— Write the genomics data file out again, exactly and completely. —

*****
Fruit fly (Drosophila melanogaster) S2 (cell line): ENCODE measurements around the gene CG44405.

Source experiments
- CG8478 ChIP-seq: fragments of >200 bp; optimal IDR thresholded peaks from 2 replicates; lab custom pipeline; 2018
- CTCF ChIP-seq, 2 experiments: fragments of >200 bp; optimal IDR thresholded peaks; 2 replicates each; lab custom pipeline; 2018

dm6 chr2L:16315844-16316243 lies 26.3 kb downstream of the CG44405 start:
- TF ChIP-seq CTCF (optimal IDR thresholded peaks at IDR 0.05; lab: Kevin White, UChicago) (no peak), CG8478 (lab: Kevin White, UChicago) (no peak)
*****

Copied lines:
Fruit fly (Drosophila melanogaster) S2 (cell line): ENCODE measurements around the gene CG44405.

Source experiments
- CG8478 ChIP-seq: fragments of >200 bp; optimal IDR thresholded peaks from 2 replicates; lab custom pipeline; 2018
- CTCF ChIP-seq, 2 experiments: fragments of >200 bp; optimal IDR thresholded peaks; 2 replicates each; lab custom pipeline; 2018

dm6 chr2L:16315844-16316243 lies 26.3 kb downstream of the CG44405 start:
- TF ChIP-seq CTCF (optimal IDR thresholded peaks at IDR 0.05; lab: Kevin White, UChicago) (no peak), CG8478 (lab: Kevin White, UChicago) (no peak)